One of the most interesting uses of social media, to date, is how it was used during the Boston Bombing manhunt.
Not only could you get updates on Facebook and Twitter – and follow certain hashtags to get the kind of information you wanted – you could listen to the police scanner and learn what was happening full minutes before they reported it on television.
It was such an incredible combination of traditional media, citizen journalists, and law enforcement, it was almost impossible to pull yourself away.
In fact, people were so obsessed, police had to ask the public to stop posting what they were doing on the social networks.
They were certain, at one point, the accused bomber was watching the Twitter feed to stay ahead of the hunt.
Breaking news on the social networks has become such a natural course of action, most newsrooms monitor what’s happening to plan their editorial.
The Hudson River plane landing. Natasha Richardson. Michael Jackson. Khloe and Lamar marriage troubles.
When Phillip Seymour Hoffman died, we all saw the news break on the social networks and then confirmed it was true when the Wall Street Journal and CNN ran stories.
Social media has completely changed the way we communicate.
And it has changed the way PR professionals do their jobs.
In the recent “State of the Media Research” report, Vocus looked at just how much has changed…and what has stayed the same.
A few interesting statistics from the 256 journalists surveyed:
To their credit, Vocus dug into why journalists still prefer email as the main communication method from PR pros.
Some of the direct quotes were:
I don’t think people can develop enough interest and context for a social media pitch. If it’s longer and public, I don’t want my competitors knowing what I might be working on. - National newspaper reporter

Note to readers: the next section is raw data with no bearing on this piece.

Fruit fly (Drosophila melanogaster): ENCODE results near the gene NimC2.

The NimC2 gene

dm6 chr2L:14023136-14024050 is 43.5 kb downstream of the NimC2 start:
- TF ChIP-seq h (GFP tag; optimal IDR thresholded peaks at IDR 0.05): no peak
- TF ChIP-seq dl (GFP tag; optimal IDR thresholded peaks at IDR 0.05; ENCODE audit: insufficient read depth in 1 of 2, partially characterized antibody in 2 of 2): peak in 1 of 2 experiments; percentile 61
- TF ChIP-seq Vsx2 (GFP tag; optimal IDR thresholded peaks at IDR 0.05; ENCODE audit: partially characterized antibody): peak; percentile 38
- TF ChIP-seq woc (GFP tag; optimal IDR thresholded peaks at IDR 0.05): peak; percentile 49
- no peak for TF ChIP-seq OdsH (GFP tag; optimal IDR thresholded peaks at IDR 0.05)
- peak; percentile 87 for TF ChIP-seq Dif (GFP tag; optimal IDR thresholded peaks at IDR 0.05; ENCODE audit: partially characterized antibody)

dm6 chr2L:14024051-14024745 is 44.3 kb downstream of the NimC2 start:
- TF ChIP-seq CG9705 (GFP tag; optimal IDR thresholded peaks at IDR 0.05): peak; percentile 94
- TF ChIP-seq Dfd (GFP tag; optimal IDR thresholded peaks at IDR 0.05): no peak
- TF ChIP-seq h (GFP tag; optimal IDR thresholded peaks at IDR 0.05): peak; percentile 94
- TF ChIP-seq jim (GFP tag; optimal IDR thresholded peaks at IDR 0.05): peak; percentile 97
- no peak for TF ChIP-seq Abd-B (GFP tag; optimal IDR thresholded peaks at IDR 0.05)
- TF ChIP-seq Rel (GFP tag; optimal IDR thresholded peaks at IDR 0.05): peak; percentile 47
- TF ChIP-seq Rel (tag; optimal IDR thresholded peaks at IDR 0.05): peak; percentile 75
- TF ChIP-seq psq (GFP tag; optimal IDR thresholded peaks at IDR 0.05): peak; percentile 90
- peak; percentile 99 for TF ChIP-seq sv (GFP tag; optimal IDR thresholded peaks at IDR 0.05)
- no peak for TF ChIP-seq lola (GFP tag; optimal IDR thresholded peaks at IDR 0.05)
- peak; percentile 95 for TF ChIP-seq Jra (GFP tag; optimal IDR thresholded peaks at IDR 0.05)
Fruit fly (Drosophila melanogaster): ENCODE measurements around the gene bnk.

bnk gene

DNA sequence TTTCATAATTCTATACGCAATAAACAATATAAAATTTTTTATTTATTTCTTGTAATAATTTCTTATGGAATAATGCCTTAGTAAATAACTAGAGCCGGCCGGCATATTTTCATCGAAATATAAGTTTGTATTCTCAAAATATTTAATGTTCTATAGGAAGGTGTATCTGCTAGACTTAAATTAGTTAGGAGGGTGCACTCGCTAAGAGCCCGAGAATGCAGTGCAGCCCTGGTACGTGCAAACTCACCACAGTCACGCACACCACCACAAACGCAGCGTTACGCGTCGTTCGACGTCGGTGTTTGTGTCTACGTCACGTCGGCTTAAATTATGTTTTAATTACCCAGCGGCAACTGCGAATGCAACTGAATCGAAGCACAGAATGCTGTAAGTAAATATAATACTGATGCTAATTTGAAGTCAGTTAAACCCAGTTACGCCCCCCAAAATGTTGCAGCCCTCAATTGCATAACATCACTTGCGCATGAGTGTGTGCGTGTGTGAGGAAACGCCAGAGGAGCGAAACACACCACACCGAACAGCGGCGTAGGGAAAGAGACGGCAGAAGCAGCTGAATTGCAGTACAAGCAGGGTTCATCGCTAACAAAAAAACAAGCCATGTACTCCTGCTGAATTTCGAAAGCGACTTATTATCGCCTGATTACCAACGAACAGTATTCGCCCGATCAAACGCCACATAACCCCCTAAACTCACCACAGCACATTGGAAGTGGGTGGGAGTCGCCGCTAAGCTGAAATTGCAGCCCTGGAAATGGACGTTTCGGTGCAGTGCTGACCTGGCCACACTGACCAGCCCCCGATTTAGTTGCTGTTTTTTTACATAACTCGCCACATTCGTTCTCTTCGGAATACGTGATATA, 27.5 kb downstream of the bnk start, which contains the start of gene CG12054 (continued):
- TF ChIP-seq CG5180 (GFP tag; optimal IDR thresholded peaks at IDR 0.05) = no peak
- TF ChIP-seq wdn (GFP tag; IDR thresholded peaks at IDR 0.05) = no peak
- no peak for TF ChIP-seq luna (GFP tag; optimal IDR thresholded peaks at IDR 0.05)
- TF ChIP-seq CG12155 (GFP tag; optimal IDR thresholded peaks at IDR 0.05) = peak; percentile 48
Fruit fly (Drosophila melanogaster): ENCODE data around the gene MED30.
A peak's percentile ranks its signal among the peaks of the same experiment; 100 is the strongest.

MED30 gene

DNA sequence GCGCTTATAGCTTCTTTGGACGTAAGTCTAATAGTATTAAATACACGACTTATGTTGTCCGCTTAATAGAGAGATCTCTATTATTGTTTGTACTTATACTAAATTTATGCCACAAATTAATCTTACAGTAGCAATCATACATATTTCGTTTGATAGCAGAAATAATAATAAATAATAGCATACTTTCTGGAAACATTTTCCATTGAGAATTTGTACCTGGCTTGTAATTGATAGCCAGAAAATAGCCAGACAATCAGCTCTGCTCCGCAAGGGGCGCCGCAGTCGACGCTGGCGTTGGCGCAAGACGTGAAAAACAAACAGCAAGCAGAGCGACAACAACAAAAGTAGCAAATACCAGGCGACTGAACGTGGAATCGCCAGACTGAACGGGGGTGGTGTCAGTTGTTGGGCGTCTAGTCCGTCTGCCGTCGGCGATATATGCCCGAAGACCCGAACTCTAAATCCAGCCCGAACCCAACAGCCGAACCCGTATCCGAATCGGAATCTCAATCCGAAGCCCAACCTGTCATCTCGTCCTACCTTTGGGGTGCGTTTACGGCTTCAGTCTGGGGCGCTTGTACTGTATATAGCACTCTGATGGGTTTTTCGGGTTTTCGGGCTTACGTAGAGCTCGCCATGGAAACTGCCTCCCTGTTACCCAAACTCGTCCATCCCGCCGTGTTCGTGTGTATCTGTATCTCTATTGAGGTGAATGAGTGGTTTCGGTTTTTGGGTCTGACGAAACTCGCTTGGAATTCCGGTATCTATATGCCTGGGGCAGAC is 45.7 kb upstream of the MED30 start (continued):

Social media is conversation in public with the public. What I decide to report on is not open for public debate. Plus, it’s lazy. If you can find my Twitter handle, you can find my email. - National magazine healthcare reporter
I get ideas from Facebook and Twitter, but I prefer pitches by email with more information. I don’t want a ‘marketing’ pitch that sounds like an ad. In fact, that is usually a turn off. - Regional online business reporter
As much as it has changed, it still remains the same.
You’re building relationships with human beings. Human beings who are busy, who have feelings, who have interests and passions and hobbies…and who are more inclined to respond to an email or answer a phone call from a person they know.
Use the social networks to build those relationships.
Connect with journalists there, share their stories, engage them in conversation, learn what you can about them. And then pitch them via email.
It certainly is a lot easier today than in the old days when you had to pick up the phone and call every journalist, but it still takes time and effort.
They are on the social networks. They want to hear from PR pros there. They just don’t want to be pitched there.
Use at your discretion.